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Cropping the Truth: A Panel on Fake News


“A simple tweet can be just as powerful as a front page headline from the Globe and Mail or the Edmonton Journal,” noted Mark Iype, editor-in-chief at the Edmonton Journal and Edmonton Sun, as he introduced the panelists featured at ‘Cropping the Truth: A Panel on Fake News.’ Paula Simons, the Edmonton Journal City Columnist agreed. “Fake news is not new, but social media has weaponized it,” she says. Dr. Jason Harley, professor of Educational Technology and Psychology at the University of Alberta, remarked that the “democratization of knowledge” is a huge psychological and evolutionary leap—one that we are still learning to navigate. Jana G. Pruden, feature writer at the Globe and Mail, recognized that both media outlets and individual consumers have a responsibility for openness as we deal with the fake news phenomenon.

The panelists all agreed that dealing with the new normal of fake news will require that citizens take responsibility for how they consume and share news. Here are a few tips that I took away from the panelists’ discussion at ‘Cropping the Truth’:

  1. Broaden your horizons. Paula Simons argues that “the onus is on every single media consumer to challenge themselves to broaden their scope.” While a print newspaper has the ability to present varying stories side by side, social media allows individuals to focus on what they agree with. Simons recommends turning on a news channel that you may not agree with to gain a better understanding of what interpretations of events other individuals might be basing their beliefs on.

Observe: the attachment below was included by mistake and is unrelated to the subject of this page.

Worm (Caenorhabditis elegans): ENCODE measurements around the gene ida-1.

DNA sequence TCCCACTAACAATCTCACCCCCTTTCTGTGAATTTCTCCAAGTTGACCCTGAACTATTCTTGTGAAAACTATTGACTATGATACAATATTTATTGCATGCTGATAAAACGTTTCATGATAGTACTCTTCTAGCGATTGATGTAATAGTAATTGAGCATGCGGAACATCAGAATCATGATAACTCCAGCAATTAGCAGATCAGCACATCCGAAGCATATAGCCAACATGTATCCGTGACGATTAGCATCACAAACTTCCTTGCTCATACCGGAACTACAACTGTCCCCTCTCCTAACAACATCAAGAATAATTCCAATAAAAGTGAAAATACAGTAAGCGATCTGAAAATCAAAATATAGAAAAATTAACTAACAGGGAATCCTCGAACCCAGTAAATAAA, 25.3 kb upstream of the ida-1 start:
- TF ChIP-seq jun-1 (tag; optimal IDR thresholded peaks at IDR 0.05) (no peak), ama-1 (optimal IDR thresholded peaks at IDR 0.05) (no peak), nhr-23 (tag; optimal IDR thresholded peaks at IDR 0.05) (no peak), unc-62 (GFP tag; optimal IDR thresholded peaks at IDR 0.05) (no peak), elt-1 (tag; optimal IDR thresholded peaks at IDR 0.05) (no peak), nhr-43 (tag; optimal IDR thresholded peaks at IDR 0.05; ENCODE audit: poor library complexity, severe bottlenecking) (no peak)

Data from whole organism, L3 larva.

2. Expect more transparency from the media. The media plays an important role in finding and interpreting information. Jana G. Pruden notes that when the media makes a mistake, they should be open about it. Pruden says she makes a point to respond to everyone who writes to her with questions or concerns about her reporting at the Globe and Mail. Pruden also suggests that social media is a good tool for being transparent about her process of writing a story. Engaging in conversations with readers is a critical part of being open.
  3. Take responsibility for your contributions. Even if you are not the one reporting the news, sharing something false on social media is part of how fake news gains traction. If it comes to your attention that something you have shared is fake, take it down and alert your followers/friends your reason for doing so.
  4. Think critically. Dr. Jason Harley encourages us to do our own research. Ensure that the stories you are reading or listening to are coming from a source of which you have heard and that is reputable. Check the credentials of the writer and make sure that those credentials match what the writer is talking about. Critical thinking also means keeping your emotions in check. Pruden notes that you should be skeptical when a headline sums up everything you have ever thought and you want to share it immediately. Take a moment to check the source. It is important to remember that media outlets that you agree with are also capable of posting fake news!

This panel was organized in connection with Cutline: From the Photography Archives of the Globe and Mail which remains on view at the AGA until November 12. Come see how the defining moments in Canadian history were presented to the public. And don’t miss the next event in connection with the exhibition, a free screening of the docudrama, Truth on Wednesday, August 30.

Tags: agaCutline
August 21, 2017


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